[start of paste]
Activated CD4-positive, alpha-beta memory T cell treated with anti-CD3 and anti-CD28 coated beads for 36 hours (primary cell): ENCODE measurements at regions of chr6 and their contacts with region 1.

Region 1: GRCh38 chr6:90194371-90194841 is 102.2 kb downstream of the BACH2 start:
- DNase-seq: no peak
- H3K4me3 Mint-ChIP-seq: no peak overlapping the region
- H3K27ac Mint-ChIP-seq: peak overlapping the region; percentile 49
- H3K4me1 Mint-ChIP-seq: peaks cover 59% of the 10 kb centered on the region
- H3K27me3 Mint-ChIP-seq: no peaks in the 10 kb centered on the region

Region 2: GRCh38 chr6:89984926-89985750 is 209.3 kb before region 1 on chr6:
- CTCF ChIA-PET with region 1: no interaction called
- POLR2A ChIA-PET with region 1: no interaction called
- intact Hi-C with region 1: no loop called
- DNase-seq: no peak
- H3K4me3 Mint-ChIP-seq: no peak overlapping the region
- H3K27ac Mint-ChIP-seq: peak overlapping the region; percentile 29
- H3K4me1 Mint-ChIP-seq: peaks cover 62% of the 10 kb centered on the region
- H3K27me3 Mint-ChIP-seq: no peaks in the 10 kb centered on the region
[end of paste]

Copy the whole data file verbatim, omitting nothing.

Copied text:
Activated CD4-positive, alpha-beta memory T cell treated with anti-CD3 and anti-CD28 coated beads for 36 hours (primary cell): ENCODE measurements at regions of chr6 and their contacts with region 1.

Region 1: GRCh38 chr6:90194371-90194841 is 102.2 kb downstream of the BACH2 start:
- DNase-seq: no peak
- H3K4me3 Mint-ChIP-seq: no peak overlapping the region
- H3K27ac Mint-ChIP-seq: peak overlapping the region; percentile 49
- H3K4me1 Mint-ChIP-seq: peaks cover 59% of the 10 kb centered on the region
- H3K27me3 Mint-ChIP-seq: no peaks in the 10 kb centered on the region

Region 2: GRCh38 chr6:89984926-89985750 is 209.3 kb before region 1 on chr6:
- CTCF ChIA-PET with region 1: no interaction called
- POLR2A ChIA-PET with region 1: no interaction called
- intact Hi-C with region 1: no loop called
- DNase-seq: no peak
- H3K4me3 Mint-ChIP-seq: no peak overlapping the region
- H3K27ac Mint-ChIP-seq: peak overlapping the region; percentile 29
- H3K4me1 Mint-ChIP-seq: peaks cover 62% of the 10 kb centered on the region
- H3K27me3 Mint-ChIP-seq: no peaks in the 10 kb centered on the region